Aptitude Tests Research Reveals there are Better Alternatives?

A report to the Law Society claims that LPC aptitude tests offer a “number of benefits”.  That claim is not looking very strong according to a report of the research report they have commissioned. As I can’t get access to the report yet [footnote: the report link is now working thanks to some speedy work from the Law Soc web team], I am going to use Neil Rose’s report to make a few points about what the report apparently says.

  • Aptitude tests would be difficult to introduce for anything other than highlighting those most likely to fail the LPC. It is difficult to see the regulatory case for this from the point of the view of the SRA as these people would not be admitted to the profession in any event.
  • This would have little impact on the numbers passing the LPC and so would not impact on the shortage of training contracts for the number of LPC graduates. The main reason the Law Society decided to investigate aptitude tests to “manage” entry to the profession.
  • Linking a test to the likelihood of gaining a training contract [as this would] would be “more difficult” to justify. This is an argument I find difficult to understand: aptitude tests should be designed to assess aptitude for practice, so why wouldn’t they be justified? (Perhaps what is meant is that firms would not stomach them).
  • Reducing the number of students looking for contracts can be done by more proportionate (but still potentially anti-competitive?) means e.g. raising the standard required to pass the LPC. The report suggests candidates might then “self-select more effectively for the course”. That might be right, but it is not something which works brilliantly at the Bar or indeed, as I understand it, Bars around the World.
  • There are other alternatives to testing which do not cost students money, such as: raising the standard degree class required for entry to the LPC from a 2:2 to a 2:1; restricting the number of resits (only around 65% of LPC candidates pass first time); and restricting the time for which passing the LPC is valid, so that the pool of graduates seeking training contracts does not just keep on increasing. The first of these might also have the effect of increasing the level at which LPC students could be taught, the other putative benefit of aptitude tests.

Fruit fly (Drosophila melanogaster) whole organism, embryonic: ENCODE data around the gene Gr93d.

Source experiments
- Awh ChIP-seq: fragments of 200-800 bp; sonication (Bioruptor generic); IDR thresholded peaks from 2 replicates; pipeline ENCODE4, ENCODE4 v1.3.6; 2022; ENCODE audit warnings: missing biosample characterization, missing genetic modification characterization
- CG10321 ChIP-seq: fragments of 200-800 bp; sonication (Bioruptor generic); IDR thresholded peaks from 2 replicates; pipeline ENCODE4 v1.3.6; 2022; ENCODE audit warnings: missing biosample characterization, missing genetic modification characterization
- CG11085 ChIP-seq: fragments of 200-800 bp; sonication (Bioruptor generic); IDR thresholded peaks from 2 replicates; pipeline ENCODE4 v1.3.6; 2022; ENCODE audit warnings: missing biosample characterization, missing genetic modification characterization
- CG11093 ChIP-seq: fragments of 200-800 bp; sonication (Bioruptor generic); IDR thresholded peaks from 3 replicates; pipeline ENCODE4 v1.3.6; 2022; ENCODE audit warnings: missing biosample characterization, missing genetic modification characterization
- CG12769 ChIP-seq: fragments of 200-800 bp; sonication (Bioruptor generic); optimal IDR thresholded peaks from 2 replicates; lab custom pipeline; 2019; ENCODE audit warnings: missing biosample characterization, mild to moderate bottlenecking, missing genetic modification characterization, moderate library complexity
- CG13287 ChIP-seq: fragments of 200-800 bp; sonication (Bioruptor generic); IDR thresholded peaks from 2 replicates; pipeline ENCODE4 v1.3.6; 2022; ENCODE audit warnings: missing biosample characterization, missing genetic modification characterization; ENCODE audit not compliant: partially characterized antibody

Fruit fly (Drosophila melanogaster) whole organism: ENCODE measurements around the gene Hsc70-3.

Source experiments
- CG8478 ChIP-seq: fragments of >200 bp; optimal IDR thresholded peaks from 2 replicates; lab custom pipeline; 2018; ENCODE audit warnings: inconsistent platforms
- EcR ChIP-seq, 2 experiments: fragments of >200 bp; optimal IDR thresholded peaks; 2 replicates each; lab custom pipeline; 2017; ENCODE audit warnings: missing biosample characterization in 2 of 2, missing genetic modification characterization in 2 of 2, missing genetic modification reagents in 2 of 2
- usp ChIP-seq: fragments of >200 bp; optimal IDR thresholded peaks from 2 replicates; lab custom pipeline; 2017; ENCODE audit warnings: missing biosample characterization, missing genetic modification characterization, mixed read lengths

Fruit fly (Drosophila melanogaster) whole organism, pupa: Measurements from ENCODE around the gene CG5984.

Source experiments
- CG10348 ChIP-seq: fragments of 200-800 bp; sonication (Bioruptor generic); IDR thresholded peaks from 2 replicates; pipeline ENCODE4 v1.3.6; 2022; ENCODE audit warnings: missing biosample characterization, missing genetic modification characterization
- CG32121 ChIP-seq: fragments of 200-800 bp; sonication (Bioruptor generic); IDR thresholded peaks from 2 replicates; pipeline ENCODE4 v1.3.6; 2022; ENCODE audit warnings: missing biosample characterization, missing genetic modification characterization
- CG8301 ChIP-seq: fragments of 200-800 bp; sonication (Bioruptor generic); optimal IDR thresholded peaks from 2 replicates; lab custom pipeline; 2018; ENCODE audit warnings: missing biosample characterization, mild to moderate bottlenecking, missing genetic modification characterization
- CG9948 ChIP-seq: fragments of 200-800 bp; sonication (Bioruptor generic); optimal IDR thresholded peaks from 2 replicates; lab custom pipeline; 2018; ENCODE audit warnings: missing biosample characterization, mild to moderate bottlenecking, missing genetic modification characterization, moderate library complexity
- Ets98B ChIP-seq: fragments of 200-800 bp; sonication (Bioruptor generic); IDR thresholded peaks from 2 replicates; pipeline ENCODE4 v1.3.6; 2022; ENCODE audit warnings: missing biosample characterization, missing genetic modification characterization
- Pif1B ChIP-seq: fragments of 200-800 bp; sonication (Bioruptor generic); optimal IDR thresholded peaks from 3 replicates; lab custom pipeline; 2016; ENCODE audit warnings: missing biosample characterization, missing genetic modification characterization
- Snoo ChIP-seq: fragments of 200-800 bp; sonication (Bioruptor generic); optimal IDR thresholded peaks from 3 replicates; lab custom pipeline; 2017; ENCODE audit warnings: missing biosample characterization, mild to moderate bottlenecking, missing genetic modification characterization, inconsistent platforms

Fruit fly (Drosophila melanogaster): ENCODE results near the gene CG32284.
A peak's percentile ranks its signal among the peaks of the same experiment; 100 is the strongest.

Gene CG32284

Interestingly, although amongst solicitors and students surveyed, support for a voluntary aptitude was strong and such a test had the added benefit of providing some assessment of motivation and conscientiousness. The report said a voluntary test would be “unlikely to have a great impact on the standard or number of people enrolled on the course”. That is, plenty of people want aptitude tests, they just want them for someone else.

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About Richard Moorhead

Director of the Centre for Ethics and Law and Professor of Law and Professional Ethics at the Faculty of Laws, University College London with an interest in teaching and research on the legal ethics, the professions, legal aid, access to justice and the courts.
This entry was posted in Aptitude Tests, Uncategorized. Bookmark the permalink.

2 Responses to Aptitude Tests Research Reveals there are Better Alternatives?

  1. To be fair to the Law Society, it isn’t claiming there are a number of benefits from a test – the report it commissioned from an external consultant does. And the report does not come down on either side – I have amended the story slightly to make that clearer.

    The Law Society is now parking the issue (from its perspective) by handing it over to the regulators’ review.

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